On not buying books

In 2013 I’m not buying books or clothing.  This declaration was uttered in early January when the spirit of Christmas had been replaced by the spirit of publicly sharing resolutions and I was not to miss out.  I chose books and clothes mostly because an aura of minimalism has been slowly creeping up like a slow summer storm, first on the horizon and then suddenly all about.  I also chose these two things because I have enough of each.

The first two months of the year have been a perfect success.  Like my peers who are avoiding dessert to lose weight or staying away from Facebook for lent although there’s something I’ve learned that they probably have too, absolute restriction needs to be replaced with relative appreciation.  I’m still reading a book or two a month but getting them from the library and re-reading the books I already have. I’m still wear clothes but finding new combinations – pink and red on valentines no less.

A favorite book

In economics there is a theory that suggests your next things is less valuable than the last, your next shirt is less valuable then your last shirt, your next car is less valuable to you than your last.  To have some basic level of things – cars, shirts, books, dollars – is important but each additional one will bring less ‘utility’ than the last.  To some extent that was my problem. I loved getting the brown amazon box delivered and opening up the contents but only a few of the books I’ve bought have been life changing and worth owning.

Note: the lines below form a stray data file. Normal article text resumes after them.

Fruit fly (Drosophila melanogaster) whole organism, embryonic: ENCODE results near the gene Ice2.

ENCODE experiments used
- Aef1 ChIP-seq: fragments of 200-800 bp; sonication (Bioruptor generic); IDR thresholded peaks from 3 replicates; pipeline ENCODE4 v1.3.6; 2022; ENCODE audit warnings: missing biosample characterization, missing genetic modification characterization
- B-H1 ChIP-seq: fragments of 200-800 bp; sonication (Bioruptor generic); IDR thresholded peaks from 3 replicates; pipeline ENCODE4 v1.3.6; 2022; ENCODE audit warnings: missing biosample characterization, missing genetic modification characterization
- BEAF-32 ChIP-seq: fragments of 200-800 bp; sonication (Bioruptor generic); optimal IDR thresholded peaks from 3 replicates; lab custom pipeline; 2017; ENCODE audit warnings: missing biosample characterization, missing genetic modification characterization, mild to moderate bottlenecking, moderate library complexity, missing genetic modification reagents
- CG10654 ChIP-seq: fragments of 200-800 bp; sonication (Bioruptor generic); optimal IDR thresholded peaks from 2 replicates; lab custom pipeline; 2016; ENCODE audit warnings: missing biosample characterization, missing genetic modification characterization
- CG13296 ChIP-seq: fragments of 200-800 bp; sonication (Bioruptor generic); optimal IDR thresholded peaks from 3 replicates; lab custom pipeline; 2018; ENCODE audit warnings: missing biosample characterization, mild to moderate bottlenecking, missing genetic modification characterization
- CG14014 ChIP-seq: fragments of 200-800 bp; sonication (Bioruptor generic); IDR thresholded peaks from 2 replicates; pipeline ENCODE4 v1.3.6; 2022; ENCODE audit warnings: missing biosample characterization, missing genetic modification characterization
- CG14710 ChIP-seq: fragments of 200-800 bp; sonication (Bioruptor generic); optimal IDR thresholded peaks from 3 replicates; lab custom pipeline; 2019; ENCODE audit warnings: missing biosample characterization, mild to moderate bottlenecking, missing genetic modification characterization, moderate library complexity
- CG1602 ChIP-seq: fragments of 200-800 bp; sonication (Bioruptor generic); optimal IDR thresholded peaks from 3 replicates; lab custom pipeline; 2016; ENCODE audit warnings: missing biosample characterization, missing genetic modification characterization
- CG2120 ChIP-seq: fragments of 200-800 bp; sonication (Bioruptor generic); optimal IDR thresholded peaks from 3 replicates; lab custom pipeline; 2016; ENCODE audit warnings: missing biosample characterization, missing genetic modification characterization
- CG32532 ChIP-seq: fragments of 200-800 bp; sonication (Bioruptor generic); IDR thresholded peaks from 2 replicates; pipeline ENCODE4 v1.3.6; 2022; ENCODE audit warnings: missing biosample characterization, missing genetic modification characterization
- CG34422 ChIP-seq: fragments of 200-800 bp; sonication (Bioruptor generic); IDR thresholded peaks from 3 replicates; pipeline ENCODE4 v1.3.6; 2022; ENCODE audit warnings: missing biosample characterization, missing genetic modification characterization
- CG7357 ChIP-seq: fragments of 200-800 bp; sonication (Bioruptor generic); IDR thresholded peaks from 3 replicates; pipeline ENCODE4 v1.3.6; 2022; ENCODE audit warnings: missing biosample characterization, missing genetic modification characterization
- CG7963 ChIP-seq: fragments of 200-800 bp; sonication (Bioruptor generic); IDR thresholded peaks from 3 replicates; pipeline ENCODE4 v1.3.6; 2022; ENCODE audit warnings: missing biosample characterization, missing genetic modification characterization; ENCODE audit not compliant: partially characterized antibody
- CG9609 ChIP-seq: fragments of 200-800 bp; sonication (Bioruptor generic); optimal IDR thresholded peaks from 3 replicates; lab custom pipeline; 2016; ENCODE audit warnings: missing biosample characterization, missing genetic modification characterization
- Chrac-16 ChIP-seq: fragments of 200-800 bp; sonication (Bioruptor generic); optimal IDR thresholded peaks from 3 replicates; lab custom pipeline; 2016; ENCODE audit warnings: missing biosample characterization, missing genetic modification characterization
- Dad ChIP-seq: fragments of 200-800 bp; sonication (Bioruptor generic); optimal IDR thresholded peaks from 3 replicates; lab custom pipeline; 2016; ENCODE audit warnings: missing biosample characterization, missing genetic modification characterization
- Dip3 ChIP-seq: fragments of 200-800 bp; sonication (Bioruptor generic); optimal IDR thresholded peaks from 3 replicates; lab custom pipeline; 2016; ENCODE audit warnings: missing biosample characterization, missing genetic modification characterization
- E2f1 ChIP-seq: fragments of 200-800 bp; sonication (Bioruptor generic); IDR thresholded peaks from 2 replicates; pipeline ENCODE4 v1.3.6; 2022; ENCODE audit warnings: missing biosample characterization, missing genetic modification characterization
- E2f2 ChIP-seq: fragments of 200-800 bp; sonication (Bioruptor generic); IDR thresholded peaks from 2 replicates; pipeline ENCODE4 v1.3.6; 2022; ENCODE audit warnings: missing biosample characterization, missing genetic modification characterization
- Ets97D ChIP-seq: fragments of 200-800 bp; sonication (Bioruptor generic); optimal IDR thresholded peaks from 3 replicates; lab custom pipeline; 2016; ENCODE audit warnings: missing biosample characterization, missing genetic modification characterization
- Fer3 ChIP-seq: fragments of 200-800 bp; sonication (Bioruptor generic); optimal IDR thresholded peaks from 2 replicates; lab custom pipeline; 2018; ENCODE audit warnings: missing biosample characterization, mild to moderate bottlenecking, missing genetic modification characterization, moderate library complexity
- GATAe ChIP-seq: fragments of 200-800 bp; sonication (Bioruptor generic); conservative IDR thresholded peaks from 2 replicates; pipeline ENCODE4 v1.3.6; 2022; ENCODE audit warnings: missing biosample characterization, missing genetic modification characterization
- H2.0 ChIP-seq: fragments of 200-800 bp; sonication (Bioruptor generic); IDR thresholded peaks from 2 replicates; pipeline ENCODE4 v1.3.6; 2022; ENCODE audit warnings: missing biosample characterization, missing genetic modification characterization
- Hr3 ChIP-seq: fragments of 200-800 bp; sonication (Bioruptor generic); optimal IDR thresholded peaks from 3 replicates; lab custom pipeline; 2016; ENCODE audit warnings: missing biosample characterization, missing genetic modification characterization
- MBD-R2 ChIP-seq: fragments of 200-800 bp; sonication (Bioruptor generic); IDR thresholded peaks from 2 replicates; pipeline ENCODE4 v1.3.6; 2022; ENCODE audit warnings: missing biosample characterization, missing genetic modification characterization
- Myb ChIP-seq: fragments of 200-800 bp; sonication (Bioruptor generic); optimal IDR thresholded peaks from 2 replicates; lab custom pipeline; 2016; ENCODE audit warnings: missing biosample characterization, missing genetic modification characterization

For many Christians the Lenten season is here and giving up something so as to reflect on its departure is part of the custom.  If you’re doing this I hope that it brings you a sort of tranquility and peacefulness to realize the non-importance of your choice.  Dessert, Facebook, books, clothes, booze, sloth – though each is part of your life you don’t have to let it remain so.

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3 thoughts on “On not buying books

  1. Pingback: 6 things I learned by not buying books for 100 days | Becoming Better

  2. Pingback: Break Fast | Epic Dad

  3. Pingback: Life’s Lessons Happen All The Time | Mike Dariano

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